NICOLAS MADURO criticised Guyanese President David Granger’s “aggressive provocation” over a Venezuelan dispute in Guyana with oil giant ExxonMobil on Tuesday.
Speaking after a meeting with UN secretary general Ban Ki Moon, the Venezuelan president said that Mr Granger would “have to rectify a situation that harms his own people.”
But Mr Maduro put the majority of the blame on ExxonMobil, which announced a major oil find in May in disputed waters off Guyana’s Caribbean coast.
ExxonMobil has come into conflict before with Venezuela’s socialist government over legislation requiring foreign oil firms to become junior partners with the government.
Mr Granger’s APNU-Alliance for Change party narrowly beat the left-wing People’s Progressive Party in May’s general election amid accusations of vote-rigging.
Mr Maduro pointed out that leaders of the Southern Common Market (Mercosur) recently called a summit of the 12-strong Union of South American Nations (Unasur), but said: “I am informed unofficially that President Granger refuses to attend the summit.”
During the meeting with Mr Ban, the Venezuelan president reiterated his country’s historical claim to the sparsely-populated Esequibo region of Guyana, which comprises the western two-thirds of the country.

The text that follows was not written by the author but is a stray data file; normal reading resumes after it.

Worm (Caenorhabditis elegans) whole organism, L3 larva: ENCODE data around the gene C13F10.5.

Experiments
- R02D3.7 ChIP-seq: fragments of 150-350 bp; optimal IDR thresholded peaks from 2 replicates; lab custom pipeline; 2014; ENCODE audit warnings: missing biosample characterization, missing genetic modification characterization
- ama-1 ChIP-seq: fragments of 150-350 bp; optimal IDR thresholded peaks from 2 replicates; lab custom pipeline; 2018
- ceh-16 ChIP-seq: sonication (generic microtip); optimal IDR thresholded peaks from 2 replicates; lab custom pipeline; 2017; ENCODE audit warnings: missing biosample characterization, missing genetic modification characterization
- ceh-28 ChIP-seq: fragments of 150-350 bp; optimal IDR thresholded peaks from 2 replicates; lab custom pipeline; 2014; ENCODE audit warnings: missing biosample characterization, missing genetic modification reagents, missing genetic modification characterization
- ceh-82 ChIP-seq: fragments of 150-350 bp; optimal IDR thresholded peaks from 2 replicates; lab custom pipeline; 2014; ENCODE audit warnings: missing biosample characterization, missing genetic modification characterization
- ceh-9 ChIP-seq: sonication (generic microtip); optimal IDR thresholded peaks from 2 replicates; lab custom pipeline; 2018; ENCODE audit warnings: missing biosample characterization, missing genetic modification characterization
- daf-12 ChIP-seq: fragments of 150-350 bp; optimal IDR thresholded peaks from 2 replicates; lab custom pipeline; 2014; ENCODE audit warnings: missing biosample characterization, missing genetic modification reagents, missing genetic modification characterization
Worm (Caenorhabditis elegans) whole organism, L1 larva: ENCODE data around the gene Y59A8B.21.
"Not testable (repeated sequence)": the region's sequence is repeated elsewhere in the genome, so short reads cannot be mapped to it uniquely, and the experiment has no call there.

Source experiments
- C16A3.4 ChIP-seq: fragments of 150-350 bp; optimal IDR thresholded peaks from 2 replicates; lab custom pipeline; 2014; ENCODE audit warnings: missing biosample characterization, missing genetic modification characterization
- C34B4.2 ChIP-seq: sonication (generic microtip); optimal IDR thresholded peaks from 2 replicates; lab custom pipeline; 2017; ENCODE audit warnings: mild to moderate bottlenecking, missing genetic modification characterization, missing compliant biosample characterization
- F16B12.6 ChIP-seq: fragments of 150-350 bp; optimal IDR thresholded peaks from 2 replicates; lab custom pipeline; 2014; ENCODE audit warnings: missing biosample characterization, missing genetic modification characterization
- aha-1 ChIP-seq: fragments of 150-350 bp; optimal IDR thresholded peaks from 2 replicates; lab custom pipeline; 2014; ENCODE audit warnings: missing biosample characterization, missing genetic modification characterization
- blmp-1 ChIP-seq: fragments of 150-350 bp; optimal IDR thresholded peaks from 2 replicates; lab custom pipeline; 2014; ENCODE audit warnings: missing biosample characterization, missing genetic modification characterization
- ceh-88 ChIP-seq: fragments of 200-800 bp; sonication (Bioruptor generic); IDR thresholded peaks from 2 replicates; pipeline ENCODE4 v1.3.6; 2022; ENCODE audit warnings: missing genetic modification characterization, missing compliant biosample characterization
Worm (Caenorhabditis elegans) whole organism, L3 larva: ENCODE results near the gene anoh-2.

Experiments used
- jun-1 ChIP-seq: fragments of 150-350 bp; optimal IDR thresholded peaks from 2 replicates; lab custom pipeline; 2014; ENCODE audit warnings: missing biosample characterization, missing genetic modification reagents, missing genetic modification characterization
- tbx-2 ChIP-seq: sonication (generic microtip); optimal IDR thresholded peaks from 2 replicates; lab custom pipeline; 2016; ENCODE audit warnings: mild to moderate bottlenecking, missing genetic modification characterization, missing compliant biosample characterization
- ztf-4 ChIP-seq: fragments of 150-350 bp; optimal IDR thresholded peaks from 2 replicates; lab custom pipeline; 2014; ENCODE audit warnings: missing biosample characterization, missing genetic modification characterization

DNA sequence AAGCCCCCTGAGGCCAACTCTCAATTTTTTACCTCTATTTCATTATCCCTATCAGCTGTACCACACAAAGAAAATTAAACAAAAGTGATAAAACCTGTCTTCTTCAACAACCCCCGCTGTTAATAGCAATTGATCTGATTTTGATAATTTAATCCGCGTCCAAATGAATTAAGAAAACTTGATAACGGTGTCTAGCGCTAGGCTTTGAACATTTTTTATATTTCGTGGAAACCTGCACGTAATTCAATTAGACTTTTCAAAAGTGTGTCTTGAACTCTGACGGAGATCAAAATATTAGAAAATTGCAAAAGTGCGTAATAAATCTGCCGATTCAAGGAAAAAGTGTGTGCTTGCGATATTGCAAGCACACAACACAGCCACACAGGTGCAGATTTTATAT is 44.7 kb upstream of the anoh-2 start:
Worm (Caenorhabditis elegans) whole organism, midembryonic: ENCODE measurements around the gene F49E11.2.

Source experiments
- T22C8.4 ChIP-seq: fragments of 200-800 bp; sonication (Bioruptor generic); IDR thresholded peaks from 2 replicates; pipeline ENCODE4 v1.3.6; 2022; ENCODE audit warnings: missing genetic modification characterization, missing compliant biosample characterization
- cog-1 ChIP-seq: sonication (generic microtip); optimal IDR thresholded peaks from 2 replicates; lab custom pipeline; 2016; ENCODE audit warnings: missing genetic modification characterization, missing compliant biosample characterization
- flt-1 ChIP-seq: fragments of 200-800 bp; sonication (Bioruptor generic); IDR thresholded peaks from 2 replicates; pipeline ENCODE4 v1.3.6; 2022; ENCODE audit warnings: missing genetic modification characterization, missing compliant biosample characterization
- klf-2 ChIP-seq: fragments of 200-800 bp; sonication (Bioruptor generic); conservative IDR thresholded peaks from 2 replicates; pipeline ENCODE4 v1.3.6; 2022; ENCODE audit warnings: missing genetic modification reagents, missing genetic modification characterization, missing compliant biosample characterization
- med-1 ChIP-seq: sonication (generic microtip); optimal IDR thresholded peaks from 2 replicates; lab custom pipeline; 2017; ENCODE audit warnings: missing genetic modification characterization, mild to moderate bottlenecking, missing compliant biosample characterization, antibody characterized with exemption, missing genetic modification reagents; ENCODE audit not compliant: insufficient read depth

Earlier this week Mr Maduro said: “The Esequibo has always been Venezuelan. We are reclaiming what is fair and what belongs to us — what was taken from us by the British empire.”
Mr Ban pledged to send a commission to the neighbouring South American countries to arrange a meeting in line with the 1966 Geneva agreement between Venezuela and Britain, three months before Guyana won independence.
That agreement provided for meetings between two delegates from each side to resolve the territorial dispute.
Britain first took control of the Dutch colony in Guyana during the Napoleonic wars, but following independence from Spain, liberation leader Simon Bolivar claimed the Esequibo for the then-nation of Great Colombia.
The region was signed over to Britain in 1899 by a US court, with Venezuela represented by a US lawyer.
Mr Granger has said that his country would seek to resolve the border issue in international courts. Both presidents have affirmed that the conflict will be settled without violence.